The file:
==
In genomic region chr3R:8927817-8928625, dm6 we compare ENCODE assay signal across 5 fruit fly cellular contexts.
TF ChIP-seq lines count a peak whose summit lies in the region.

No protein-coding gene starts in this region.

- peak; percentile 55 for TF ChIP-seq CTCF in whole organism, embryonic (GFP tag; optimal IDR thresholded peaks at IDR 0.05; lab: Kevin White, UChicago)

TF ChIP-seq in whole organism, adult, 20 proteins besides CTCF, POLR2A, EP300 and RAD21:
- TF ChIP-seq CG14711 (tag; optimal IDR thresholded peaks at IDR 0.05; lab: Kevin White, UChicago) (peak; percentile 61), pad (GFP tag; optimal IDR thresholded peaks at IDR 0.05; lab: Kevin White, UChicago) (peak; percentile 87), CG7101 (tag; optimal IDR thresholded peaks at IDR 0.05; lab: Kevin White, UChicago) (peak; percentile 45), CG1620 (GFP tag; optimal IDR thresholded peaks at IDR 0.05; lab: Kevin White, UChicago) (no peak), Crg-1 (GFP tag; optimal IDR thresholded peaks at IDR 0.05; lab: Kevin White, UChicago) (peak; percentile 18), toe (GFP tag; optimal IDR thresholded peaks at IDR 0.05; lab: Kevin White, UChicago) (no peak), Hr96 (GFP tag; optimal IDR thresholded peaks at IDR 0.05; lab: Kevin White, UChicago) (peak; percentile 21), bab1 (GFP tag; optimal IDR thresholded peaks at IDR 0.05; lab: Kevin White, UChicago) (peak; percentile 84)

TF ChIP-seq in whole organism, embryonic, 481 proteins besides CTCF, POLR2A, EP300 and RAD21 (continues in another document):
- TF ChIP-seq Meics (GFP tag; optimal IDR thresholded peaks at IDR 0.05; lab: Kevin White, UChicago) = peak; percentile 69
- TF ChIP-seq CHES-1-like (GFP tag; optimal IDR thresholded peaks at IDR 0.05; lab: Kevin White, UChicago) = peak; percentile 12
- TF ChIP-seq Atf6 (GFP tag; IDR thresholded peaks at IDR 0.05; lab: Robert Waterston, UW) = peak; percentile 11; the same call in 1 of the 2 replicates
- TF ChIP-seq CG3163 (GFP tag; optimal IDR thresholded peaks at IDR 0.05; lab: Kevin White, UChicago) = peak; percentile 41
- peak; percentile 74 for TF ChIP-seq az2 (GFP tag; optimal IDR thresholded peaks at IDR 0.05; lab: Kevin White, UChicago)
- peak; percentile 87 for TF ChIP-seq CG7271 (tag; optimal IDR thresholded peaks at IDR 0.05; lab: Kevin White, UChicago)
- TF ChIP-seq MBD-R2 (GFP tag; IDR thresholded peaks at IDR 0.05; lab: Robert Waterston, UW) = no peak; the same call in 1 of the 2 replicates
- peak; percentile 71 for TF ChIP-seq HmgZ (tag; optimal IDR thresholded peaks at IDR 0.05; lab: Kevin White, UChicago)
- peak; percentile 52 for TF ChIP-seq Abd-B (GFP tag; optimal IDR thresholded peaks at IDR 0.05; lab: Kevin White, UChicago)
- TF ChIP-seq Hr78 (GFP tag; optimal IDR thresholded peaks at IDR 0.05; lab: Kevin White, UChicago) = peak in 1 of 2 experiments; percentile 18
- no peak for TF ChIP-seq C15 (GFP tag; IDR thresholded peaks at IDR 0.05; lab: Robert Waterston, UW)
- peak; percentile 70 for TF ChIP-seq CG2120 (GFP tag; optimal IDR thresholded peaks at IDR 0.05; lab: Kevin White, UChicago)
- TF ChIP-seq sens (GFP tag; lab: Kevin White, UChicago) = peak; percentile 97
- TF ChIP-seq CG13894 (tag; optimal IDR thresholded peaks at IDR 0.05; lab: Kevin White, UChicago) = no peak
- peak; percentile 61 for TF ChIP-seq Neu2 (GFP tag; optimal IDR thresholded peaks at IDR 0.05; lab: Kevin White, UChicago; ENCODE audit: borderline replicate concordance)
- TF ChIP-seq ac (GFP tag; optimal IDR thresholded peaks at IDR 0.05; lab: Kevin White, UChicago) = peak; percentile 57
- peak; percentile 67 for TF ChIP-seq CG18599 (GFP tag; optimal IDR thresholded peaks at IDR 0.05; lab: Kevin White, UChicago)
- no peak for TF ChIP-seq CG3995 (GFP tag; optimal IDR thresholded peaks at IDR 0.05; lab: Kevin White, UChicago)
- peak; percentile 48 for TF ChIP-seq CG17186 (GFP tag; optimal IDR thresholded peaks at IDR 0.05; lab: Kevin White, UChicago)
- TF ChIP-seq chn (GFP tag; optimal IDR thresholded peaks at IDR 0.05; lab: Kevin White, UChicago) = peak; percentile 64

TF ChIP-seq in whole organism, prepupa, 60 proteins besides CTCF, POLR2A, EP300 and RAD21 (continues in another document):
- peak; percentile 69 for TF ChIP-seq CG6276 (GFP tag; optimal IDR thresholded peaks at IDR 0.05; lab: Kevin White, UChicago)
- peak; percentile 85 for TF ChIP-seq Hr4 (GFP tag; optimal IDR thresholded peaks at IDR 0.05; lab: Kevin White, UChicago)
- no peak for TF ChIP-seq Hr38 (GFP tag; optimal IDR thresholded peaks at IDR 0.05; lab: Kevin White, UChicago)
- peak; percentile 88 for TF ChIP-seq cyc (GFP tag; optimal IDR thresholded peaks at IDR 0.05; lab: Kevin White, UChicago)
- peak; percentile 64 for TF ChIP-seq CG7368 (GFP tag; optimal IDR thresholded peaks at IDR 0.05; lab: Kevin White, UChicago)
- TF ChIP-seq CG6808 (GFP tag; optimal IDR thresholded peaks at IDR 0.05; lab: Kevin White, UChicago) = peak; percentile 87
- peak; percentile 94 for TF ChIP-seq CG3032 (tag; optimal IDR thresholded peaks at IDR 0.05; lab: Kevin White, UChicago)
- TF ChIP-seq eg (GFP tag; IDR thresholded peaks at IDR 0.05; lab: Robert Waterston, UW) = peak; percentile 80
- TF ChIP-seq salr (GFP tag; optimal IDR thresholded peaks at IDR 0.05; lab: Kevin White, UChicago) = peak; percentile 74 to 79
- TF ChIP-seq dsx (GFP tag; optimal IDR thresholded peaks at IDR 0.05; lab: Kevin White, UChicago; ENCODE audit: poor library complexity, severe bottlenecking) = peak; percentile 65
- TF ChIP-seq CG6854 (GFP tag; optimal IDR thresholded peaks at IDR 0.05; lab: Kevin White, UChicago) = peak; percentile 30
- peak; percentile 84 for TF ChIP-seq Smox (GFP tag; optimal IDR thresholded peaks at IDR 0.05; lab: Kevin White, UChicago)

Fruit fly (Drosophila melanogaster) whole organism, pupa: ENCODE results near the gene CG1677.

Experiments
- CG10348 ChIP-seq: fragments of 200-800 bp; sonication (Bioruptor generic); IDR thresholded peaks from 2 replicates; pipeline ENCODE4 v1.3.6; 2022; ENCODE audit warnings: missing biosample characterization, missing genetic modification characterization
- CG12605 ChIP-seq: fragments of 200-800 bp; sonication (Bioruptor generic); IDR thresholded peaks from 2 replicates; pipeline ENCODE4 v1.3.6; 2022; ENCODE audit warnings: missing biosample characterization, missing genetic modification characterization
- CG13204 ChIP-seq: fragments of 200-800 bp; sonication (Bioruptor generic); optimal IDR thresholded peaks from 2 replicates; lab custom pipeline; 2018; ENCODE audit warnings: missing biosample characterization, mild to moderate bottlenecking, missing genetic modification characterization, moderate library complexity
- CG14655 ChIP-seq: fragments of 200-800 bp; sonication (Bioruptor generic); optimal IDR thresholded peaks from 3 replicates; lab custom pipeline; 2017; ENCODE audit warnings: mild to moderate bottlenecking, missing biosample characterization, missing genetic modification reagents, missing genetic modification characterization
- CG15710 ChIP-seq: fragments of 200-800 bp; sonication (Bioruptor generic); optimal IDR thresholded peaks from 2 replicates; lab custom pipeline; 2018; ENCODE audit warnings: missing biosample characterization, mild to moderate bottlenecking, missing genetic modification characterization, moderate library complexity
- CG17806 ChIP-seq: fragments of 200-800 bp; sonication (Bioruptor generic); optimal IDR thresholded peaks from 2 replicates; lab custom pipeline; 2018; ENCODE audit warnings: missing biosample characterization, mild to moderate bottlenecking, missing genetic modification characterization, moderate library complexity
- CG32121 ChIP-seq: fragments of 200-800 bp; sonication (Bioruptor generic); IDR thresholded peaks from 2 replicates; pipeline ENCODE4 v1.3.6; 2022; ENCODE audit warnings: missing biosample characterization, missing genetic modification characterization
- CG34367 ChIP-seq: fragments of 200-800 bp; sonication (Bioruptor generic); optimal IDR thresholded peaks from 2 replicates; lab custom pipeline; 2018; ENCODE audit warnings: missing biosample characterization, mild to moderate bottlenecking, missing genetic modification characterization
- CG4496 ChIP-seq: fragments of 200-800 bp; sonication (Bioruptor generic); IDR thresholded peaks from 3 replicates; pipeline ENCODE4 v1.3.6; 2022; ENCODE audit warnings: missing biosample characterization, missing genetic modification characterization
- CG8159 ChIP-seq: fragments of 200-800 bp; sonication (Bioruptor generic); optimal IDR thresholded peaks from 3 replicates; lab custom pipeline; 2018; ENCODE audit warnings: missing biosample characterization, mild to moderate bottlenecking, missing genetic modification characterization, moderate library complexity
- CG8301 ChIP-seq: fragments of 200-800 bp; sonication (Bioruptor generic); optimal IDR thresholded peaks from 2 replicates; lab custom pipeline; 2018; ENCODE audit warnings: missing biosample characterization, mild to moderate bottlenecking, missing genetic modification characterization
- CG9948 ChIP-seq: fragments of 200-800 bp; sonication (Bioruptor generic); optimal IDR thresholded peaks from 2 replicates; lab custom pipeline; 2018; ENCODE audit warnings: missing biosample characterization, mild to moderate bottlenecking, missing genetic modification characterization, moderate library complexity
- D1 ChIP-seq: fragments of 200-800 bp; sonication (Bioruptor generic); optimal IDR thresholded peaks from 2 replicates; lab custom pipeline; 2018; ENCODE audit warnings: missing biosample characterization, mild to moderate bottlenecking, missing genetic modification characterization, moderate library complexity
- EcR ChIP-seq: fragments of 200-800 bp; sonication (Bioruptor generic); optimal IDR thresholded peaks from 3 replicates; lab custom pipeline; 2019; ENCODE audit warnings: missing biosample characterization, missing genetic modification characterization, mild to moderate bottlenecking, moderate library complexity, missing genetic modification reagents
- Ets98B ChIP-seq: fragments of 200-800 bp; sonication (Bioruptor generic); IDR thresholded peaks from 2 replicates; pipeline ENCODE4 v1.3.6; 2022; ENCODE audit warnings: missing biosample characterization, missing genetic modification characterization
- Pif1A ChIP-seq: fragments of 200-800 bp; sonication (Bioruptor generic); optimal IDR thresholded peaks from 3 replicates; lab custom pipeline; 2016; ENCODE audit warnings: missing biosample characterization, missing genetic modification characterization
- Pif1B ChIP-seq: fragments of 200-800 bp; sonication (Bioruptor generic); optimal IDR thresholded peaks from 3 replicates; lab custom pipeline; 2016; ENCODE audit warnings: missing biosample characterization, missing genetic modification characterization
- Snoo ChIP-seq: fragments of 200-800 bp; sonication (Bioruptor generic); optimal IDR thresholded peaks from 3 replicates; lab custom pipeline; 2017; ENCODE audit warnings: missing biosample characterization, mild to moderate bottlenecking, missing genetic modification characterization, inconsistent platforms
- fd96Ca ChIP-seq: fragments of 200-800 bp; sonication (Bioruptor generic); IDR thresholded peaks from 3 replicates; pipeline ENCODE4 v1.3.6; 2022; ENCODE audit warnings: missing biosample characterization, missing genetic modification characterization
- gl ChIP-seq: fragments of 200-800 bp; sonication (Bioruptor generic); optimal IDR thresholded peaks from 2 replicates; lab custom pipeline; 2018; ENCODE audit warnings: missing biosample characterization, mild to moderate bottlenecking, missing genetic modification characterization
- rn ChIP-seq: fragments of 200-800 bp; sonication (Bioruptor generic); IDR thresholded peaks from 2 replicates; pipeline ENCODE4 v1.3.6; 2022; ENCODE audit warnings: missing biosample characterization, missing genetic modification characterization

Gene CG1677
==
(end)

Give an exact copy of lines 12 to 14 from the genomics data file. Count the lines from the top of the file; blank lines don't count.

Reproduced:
- peak; percentile 74 for TF ChIP-seq az2 (GFP tag; optimal IDR thresholded peaks at IDR 0.05; lab: Kevin White, UChicago)
- peak; percentile 87 for TF ChIP-seq CG7271 (tag; optimal IDR thresholded peaks at IDR 0.05; lab: Kevin White, UChicago)
- TF ChIP-seq MBD-R2 (GFP tag; IDR thresholded peaks at IDR 0.05; lab: Robert Waterston, UW) = no peak; the same call in 1 of the 2 replicates